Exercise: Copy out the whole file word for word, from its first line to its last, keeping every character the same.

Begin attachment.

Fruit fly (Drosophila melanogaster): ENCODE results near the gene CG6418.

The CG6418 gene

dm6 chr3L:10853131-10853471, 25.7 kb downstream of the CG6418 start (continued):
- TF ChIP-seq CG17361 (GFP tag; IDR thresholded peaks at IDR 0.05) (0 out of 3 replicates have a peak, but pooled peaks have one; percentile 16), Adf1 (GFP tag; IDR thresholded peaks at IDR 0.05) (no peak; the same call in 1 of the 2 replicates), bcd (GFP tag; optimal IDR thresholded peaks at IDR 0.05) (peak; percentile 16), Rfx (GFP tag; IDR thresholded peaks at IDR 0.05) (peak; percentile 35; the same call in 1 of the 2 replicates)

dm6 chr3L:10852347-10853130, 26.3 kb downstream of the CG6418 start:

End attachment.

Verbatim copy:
Fruit fly (Drosophila melanogaster): ENCODE results near the gene CG6418.

The CG6418 gene

dm6 chr3L:10853131-10853471, 25.7 kb downstream of the CG6418 start (continued):
- TF ChIP-seq CG17361 (GFP tag; IDR thresholded peaks at IDR 0.05) (0 out of 3 replicates have a peak, but pooled peaks have one; percentile 16), Adf1 (GFP tag; IDR thresholded peaks at IDR 0.05) (no peak; the same call in 1 of the 2 replicates), bcd (GFP tag; optimal IDR thresholded peaks at IDR 0.05) (peak; percentile 16), Rfx (GFP tag; IDR thresholded peaks at IDR 0.05) (peak; percentile 35; the same call in 1 of the 2 replicates)

dm6 chr3L:10852347-10853130, 26.3 kb downstream of the CG6418 start: